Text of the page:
But,Vishy’s international debut saw both agony and ecstasy in his very first Test. The 20-year old debutant scored a duck in his first innings but followed up with 137 in the second. The same crowd that had hurled matkas on his way back in the first innings rose as one to celebrate his century. From being chief villain, Vishy quickly became the hero of the crowd. He learnt his first important lesson – nothing succeeds like success.
“Kanpur was an unforgettable experience. Four days of anxiety and uncertainty, followed by two outlook-altering, path-charting days of unfettered joy. I wasn’t just a Test cricketer now, I was a Test centurion too,” he fondly remembers.
The day after the game, Vishy got a telegram from the legendary actor Raj Kapoor. It said, ‘Congratulations, young man’.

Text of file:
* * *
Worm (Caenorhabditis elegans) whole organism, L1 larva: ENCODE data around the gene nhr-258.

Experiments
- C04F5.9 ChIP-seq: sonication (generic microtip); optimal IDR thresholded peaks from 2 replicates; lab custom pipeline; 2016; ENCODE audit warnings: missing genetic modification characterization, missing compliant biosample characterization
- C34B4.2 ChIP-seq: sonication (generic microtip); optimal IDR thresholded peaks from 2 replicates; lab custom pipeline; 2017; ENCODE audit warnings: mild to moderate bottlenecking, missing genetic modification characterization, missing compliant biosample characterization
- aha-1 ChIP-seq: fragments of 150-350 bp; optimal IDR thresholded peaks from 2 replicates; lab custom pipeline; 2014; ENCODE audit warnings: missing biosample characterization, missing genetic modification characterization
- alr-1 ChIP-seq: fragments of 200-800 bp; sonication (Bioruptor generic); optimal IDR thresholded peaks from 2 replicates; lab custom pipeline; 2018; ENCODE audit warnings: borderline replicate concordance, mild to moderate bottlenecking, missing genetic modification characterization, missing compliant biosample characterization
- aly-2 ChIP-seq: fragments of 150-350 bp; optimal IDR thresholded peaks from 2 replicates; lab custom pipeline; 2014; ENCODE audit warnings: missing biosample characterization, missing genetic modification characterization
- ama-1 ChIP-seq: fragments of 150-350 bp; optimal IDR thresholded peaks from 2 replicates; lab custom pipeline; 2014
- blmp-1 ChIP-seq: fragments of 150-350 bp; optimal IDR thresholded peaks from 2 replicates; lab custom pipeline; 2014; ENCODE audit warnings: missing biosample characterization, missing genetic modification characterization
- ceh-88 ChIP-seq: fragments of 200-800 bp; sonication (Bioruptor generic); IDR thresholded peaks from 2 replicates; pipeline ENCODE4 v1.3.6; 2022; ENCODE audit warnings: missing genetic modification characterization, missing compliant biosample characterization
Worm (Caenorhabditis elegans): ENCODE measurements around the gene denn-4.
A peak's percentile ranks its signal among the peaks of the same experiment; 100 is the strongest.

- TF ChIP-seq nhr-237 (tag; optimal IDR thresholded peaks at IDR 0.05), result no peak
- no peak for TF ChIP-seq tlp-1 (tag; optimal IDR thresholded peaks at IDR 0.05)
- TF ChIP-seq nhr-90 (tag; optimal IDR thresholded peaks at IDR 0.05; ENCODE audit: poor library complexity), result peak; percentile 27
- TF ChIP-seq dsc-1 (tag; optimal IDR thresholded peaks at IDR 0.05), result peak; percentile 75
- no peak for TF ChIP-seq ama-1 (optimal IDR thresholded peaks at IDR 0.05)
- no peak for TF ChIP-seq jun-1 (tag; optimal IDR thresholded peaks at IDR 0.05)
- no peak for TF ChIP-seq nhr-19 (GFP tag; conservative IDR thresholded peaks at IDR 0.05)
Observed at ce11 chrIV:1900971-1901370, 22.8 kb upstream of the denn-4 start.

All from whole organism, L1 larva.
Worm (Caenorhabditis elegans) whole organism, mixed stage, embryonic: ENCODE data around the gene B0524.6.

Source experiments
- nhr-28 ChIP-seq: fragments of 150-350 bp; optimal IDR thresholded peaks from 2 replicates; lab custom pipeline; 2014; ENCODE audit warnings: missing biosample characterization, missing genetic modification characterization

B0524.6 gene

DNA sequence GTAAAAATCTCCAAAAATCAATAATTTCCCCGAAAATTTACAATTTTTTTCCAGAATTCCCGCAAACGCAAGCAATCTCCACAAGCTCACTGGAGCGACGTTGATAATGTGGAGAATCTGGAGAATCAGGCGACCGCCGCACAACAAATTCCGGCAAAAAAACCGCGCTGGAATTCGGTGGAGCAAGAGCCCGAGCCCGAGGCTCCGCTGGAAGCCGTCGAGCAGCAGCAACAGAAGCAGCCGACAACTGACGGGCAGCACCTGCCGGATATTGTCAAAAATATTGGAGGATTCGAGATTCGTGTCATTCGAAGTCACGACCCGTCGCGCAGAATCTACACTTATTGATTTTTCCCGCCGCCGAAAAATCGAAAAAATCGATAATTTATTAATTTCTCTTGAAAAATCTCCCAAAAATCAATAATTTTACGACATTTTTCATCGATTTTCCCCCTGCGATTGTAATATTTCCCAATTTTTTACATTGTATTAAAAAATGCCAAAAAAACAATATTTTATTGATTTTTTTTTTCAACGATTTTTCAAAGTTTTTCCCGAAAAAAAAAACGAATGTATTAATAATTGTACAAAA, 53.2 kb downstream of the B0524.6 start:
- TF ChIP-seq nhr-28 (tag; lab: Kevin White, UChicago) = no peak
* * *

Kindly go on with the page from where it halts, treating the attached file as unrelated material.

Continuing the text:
“I was over the moon. I hadn’t met him, but I knew he was a great cricket enthusiast. Even today, I am grateful to Raj Kapoor for the sweet gesture which meant the world to me. It’s a pity I never got to meet him, ” writes Vishwanath.
Infact, Vishy is the only cricketer to score a double century on his first-class debut and a century on debut in a Test match.
“More than 50 years on, I still can’t find the words to describe how much security and confidence the 137 instilled in me. Just like the 230 on Ranji debut had swept away most of the thorns in my path, my Test debut performance was the catalyst for what I consider a smooth ride in international cricket,” recalls Vishwanath.